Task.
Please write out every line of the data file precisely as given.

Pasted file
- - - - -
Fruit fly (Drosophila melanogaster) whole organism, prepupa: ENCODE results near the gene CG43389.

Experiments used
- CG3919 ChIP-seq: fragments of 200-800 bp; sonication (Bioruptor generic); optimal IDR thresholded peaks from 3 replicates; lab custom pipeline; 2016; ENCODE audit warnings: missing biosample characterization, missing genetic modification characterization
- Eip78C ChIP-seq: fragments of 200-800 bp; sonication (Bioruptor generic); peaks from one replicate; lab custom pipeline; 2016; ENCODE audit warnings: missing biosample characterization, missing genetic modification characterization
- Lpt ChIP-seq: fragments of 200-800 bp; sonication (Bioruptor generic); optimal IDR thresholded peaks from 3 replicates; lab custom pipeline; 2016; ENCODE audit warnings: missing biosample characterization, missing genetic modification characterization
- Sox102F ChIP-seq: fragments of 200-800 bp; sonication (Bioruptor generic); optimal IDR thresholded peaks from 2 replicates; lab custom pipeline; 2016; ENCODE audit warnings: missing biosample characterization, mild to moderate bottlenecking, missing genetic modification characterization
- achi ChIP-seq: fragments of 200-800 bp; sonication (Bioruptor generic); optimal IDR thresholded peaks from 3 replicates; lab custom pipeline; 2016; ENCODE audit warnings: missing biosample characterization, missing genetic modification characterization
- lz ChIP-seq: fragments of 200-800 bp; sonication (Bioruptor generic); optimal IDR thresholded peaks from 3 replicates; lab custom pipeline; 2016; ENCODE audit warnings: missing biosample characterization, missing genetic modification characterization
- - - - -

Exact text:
Fruit fly (Drosophila melanogaster) whole organism, prepupa: ENCODE results near the gene CG43389.

Experiments used
- CG3919 ChIP-seq: fragments of 200-800 bp; sonication (Bioruptor generic); optimal IDR thresholded peaks from 3 replicates; lab custom pipeline; 2016; ENCODE audit warnings: missing biosample characterization, missing genetic modification characterization
- Eip78C ChIP-seq: fragments of 200-800 bp; sonication (Bioruptor generic); peaks from one replicate; lab custom pipeline; 2016; ENCODE audit warnings: missing biosample characterization, missing genetic modification characterization
- Lpt ChIP-seq: fragments of 200-800 bp; sonication (Bioruptor generic); optimal IDR thresholded peaks from 3 replicates; lab custom pipeline; 2016; ENCODE audit warnings: missing biosample characterization, missing genetic modification characterization
- Sox102F ChIP-seq: fragments of 200-800 bp; sonication (Bioruptor generic); optimal IDR thresholded peaks from 2 replicates; lab custom pipeline; 2016; ENCODE audit warnings: missing biosample characterization, mild to moderate bottlenecking, missing genetic modification characterization
- achi ChIP-seq: fragments of 200-800 bp; sonication (Bioruptor generic); optimal IDR thresholded peaks from 3 replicates; lab custom pipeline; 2016; ENCODE audit warnings: missing biosample characterization, missing genetic modification characterization
- lz ChIP-seq: fragments of 200-800 bp; sonication (Bioruptor generic); optimal IDR thresholded peaks from 3 replicates; lab custom pipeline; 2016; ENCODE audit warnings: missing biosample characterization, missing genetic modification characterization